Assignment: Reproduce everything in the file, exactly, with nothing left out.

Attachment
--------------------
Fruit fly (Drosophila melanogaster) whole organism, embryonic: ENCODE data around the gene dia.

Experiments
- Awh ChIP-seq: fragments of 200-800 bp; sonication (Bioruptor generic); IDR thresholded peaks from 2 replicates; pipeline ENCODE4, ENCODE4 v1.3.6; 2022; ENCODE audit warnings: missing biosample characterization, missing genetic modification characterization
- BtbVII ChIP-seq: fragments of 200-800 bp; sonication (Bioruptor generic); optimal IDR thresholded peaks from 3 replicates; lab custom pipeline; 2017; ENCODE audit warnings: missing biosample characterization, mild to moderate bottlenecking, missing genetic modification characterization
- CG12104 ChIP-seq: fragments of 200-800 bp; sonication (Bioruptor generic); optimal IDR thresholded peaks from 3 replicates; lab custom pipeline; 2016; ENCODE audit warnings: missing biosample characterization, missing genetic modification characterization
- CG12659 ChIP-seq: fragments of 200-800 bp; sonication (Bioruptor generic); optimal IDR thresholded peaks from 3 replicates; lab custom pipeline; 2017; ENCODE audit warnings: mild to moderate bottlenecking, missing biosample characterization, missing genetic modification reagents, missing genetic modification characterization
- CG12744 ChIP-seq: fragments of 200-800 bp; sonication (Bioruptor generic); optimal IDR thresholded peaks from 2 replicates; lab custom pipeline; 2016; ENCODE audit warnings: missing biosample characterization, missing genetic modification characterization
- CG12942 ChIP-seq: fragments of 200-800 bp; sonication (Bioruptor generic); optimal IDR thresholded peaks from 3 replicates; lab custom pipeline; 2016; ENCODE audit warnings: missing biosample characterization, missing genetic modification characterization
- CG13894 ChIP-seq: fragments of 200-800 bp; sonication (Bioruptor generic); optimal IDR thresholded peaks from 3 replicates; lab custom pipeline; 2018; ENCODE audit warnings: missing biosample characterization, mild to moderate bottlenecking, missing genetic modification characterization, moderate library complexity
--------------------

Fruit fly (Drosophila melanogaster) whole organism, embryonic: ENCODE data around the gene dia.

Experiments
- Awh ChIP-seq: fragments of 200-800 bp; sonication (Bioruptor generic); IDR thresholded peaks from 2 replicates; pipeline ENCODE4, ENCODE4 v1.3.6; 2022; ENCODE audit warnings: missing biosample characterization, missing genetic modification characterization
- BtbVII ChIP-seq: fragments of 200-800 bp; sonication (Bioruptor generic); optimal IDR thresholded peaks from 3 replicates; lab custom pipeline; 2017; ENCODE audit warnings: missing biosample characterization, mild to moderate bottlenecking, missing genetic modification characterization
- CG12104 ChIP-seq: fragments of 200-800 bp; sonication (Bioruptor generic); optimal IDR thresholded peaks from 3 replicates; lab custom pipeline; 2016; ENCODE audit warnings: missing biosample characterization, missing genetic modification characterization
- CG12659 ChIP-seq: fragments of 200-800 bp; sonication (Bioruptor generic); optimal IDR thresholded peaks from 3 replicates; lab custom pipeline; 2017; ENCODE audit warnings: mild to moderate bottlenecking, missing biosample characterization, missing genetic modification reagents, missing genetic modification characterization
- CG12744 ChIP-seq: fragments of 200-800 bp; sonication (Bioruptor generic); optimal IDR thresholded peaks from 2 replicates; lab custom pipeline; 2016; ENCODE audit warnings: missing biosample characterization, missing genetic modification characterization
- CG12942 ChIP-seq: fragments of 200-800 bp; sonication (Bioruptor generic); optimal IDR thresholded peaks from 3 replicates; lab custom pipeline; 2016; ENCODE audit warnings: missing biosample characterization, missing genetic modification characterization
- CG13894 ChIP-seq: fragments of 200-800 bp; sonication (Bioruptor generic); optimal IDR thresholded peaks from 3 replicates; lab custom pipeline; 2018; ENCODE audit warnings: missing biosample characterization, mild to moderate bottlenecking, missing genetic modification characterization, moderate library complexity